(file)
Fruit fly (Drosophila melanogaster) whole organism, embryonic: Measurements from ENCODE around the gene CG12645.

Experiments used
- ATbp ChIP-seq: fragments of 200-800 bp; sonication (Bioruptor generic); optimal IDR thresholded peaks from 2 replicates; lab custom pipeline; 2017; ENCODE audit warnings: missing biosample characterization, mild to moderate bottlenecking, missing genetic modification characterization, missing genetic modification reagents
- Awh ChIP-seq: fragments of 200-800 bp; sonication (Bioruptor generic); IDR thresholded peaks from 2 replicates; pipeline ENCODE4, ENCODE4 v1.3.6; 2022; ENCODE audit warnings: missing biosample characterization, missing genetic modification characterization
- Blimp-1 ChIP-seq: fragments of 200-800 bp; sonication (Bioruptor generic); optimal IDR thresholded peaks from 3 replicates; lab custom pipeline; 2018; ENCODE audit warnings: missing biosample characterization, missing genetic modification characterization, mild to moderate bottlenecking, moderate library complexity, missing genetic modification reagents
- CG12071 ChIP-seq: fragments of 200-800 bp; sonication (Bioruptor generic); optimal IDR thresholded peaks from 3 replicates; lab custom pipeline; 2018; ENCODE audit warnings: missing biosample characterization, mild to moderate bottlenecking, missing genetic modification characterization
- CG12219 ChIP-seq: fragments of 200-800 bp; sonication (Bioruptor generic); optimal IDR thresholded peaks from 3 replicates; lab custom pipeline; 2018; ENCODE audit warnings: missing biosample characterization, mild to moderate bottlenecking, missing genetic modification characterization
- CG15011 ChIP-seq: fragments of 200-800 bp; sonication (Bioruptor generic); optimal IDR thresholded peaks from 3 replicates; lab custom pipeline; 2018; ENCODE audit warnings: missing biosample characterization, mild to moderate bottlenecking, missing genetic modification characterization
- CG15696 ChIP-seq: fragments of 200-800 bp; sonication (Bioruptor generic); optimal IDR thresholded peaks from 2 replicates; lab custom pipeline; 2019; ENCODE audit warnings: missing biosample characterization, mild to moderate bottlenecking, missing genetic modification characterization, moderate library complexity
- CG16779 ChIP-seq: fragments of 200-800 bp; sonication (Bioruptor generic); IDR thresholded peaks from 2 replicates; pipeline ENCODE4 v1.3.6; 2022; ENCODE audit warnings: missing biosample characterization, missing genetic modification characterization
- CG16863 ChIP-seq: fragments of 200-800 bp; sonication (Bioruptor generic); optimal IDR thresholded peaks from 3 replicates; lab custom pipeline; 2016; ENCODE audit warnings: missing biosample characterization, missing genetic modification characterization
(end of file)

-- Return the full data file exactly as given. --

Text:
Fruit fly (Drosophila melanogaster) whole organism, embryonic: Measurements from ENCODE around the gene CG12645.

Experiments used
- ATbp ChIP-seq: fragments of 200-800 bp; sonication (Bioruptor generic); optimal IDR thresholded peaks from 2 replicates; lab custom pipeline; 2017; ENCODE audit warnings: missing biosample characterization, mild to moderate bottlenecking, missing genetic modification characterization, missing genetic modification reagents
- Awh ChIP-seq: fragments of 200-800 bp; sonication (Bioruptor generic); IDR thresholded peaks from 2 replicates; pipeline ENCODE4, ENCODE4 v1.3.6; 2022; ENCODE audit warnings: missing biosample characterization, missing genetic modification characterization
- Blimp-1 ChIP-seq: fragments of 200-800 bp; sonication (Bioruptor generic); optimal IDR thresholded peaks from 3 replicates; lab custom pipeline; 2018; ENCODE audit warnings: missing biosample characterization, missing genetic modification characterization, mild to moderate bottlenecking, moderate library complexity, missing genetic modification reagents
- CG12071 ChIP-seq: fragments of 200-800 bp; sonication (Bioruptor generic); optimal IDR thresholded peaks from 3 replicates; lab custom pipeline; 2018; ENCODE audit warnings: missing biosample characterization, mild to moderate bottlenecking, missing genetic modification characterization
- CG12219 ChIP-seq: fragments of 200-800 bp; sonication (Bioruptor generic); optimal IDR thresholded peaks from 3 replicates; lab custom pipeline; 2018; ENCODE audit warnings: missing biosample characterization, mild to moderate bottlenecking, missing genetic modification characterization
- CG15011 ChIP-seq: fragments of 200-800 bp; sonication (Bioruptor generic); optimal IDR thresholded peaks from 3 replicates; lab custom pipeline; 2018; ENCODE audit warnings: missing biosample characterization, mild to moderate bottlenecking, missing genetic modification characterization
- CG15696 ChIP-seq: fragments of 200-800 bp; sonication (Bioruptor generic); optimal IDR thresholded peaks from 2 replicates; lab custom pipeline; 2019; ENCODE audit warnings: missing biosample characterization, mild to moderate bottlenecking, missing genetic modification characterization, moderate library complexity
- CG16779 ChIP-seq: fragments of 200-800 bp; sonication (Bioruptor generic); IDR thresholded peaks from 2 replicates; pipeline ENCODE4 v1.3.6; 2022; ENCODE audit warnings: missing biosample characterization, missing genetic modification characterization
- CG16863 ChIP-seq: fragments of 200-800 bp; sonication (Bioruptor generic); optimal IDR thresholded peaks from 3 replicates; lab custom pipeline; 2016; ENCODE audit warnings: missing biosample characterization, missing genetic modification characterization